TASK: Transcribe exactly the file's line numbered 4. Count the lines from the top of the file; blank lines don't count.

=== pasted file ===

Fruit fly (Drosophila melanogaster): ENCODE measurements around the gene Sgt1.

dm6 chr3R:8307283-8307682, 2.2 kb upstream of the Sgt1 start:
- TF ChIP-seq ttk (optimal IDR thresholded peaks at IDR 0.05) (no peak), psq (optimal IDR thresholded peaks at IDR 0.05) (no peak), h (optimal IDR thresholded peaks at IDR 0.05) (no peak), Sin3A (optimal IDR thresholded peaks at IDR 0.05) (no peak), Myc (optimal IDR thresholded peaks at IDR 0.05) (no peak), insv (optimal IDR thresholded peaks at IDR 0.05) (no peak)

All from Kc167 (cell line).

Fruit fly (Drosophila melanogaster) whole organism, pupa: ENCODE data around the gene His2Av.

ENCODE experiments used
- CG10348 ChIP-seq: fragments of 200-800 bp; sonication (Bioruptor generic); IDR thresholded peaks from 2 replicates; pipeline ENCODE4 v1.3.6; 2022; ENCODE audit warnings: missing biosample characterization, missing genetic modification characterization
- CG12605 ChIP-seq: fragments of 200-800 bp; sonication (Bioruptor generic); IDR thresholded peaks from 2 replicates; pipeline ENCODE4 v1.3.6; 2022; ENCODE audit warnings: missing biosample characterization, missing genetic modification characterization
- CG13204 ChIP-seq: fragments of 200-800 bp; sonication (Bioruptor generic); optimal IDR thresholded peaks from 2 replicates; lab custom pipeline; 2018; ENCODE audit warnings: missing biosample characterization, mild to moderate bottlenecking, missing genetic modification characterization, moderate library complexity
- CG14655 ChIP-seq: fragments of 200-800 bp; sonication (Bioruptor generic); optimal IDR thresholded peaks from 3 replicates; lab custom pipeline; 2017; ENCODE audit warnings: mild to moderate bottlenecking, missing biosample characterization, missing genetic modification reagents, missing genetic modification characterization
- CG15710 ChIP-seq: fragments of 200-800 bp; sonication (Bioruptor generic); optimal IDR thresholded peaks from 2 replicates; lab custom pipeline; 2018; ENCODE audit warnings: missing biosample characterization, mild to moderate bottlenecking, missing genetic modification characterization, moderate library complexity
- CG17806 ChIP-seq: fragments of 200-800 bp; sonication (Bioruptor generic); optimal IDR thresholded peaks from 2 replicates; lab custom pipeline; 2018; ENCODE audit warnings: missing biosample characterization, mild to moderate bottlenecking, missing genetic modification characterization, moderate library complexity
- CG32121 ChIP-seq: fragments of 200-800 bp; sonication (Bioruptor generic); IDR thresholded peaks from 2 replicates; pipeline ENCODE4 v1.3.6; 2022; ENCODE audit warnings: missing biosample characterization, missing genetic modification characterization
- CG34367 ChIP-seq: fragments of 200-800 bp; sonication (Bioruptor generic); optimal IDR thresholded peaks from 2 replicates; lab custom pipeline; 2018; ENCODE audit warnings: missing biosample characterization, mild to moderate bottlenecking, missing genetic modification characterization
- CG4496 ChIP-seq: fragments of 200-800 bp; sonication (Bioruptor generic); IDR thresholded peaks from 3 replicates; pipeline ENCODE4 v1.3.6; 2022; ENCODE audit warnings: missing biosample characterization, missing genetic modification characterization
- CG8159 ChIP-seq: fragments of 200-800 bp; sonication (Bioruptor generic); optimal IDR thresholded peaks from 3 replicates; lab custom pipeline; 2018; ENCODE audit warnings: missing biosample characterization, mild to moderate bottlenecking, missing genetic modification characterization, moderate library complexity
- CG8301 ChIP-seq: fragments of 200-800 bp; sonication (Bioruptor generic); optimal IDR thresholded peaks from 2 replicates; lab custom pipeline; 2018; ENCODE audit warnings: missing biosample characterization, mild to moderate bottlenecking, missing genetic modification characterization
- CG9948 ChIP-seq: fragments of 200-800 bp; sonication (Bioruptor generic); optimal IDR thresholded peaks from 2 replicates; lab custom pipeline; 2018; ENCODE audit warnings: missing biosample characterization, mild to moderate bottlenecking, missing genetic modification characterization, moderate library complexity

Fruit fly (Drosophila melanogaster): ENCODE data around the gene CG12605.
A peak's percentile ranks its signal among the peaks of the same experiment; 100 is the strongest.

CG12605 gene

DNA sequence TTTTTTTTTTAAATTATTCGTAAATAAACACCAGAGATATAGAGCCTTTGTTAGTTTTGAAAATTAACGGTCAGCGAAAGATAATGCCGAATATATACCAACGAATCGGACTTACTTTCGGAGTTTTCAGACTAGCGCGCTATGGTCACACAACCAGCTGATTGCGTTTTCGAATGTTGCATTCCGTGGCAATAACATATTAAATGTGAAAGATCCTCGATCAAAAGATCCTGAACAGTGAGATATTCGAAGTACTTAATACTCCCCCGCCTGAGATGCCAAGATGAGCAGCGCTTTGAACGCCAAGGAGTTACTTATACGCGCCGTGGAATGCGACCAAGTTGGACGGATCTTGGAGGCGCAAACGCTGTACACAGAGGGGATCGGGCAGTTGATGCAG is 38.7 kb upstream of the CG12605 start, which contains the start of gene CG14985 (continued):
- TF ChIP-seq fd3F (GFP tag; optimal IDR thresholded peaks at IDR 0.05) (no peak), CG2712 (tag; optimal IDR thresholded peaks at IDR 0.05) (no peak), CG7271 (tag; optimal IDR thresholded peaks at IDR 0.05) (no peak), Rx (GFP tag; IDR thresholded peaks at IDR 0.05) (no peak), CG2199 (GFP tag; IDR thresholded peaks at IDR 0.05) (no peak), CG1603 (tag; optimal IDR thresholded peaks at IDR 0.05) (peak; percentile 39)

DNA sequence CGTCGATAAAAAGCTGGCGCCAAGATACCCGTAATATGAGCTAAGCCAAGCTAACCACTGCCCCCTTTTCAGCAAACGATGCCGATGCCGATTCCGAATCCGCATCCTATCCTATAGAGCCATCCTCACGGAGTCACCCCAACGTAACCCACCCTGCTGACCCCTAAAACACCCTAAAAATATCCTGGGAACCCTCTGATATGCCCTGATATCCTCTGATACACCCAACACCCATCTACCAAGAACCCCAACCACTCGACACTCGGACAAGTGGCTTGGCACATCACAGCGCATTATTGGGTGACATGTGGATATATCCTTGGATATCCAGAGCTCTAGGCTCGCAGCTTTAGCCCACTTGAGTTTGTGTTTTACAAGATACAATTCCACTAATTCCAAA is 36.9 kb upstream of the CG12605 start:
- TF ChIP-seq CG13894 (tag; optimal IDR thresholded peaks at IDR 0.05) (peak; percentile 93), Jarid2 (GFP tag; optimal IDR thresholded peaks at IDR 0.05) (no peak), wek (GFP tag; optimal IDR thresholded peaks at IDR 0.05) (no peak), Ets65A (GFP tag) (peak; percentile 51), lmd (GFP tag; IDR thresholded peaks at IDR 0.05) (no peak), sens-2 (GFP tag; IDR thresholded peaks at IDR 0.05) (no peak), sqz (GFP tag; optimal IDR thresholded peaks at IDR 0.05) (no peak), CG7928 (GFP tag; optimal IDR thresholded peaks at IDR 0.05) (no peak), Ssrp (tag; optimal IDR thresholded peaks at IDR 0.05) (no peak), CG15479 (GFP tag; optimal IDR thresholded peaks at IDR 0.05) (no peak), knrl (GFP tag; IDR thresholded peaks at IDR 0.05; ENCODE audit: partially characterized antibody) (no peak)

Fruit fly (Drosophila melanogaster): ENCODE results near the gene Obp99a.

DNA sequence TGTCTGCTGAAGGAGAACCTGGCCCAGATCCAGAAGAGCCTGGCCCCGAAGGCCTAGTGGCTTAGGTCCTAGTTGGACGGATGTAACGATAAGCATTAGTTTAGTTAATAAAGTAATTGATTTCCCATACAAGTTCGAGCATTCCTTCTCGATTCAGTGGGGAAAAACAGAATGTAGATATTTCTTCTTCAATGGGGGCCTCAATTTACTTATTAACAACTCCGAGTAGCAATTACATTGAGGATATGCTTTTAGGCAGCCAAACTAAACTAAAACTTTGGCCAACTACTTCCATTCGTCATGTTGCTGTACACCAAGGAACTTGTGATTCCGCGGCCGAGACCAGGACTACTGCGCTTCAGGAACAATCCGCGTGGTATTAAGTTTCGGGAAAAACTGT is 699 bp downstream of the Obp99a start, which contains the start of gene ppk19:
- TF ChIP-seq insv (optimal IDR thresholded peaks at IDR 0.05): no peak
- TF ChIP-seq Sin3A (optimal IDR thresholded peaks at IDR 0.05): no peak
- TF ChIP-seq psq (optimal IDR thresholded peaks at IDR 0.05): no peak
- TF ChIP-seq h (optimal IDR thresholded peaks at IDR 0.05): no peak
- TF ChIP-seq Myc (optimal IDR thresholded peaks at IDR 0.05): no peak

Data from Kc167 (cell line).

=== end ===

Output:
All from Kc167 (cell line).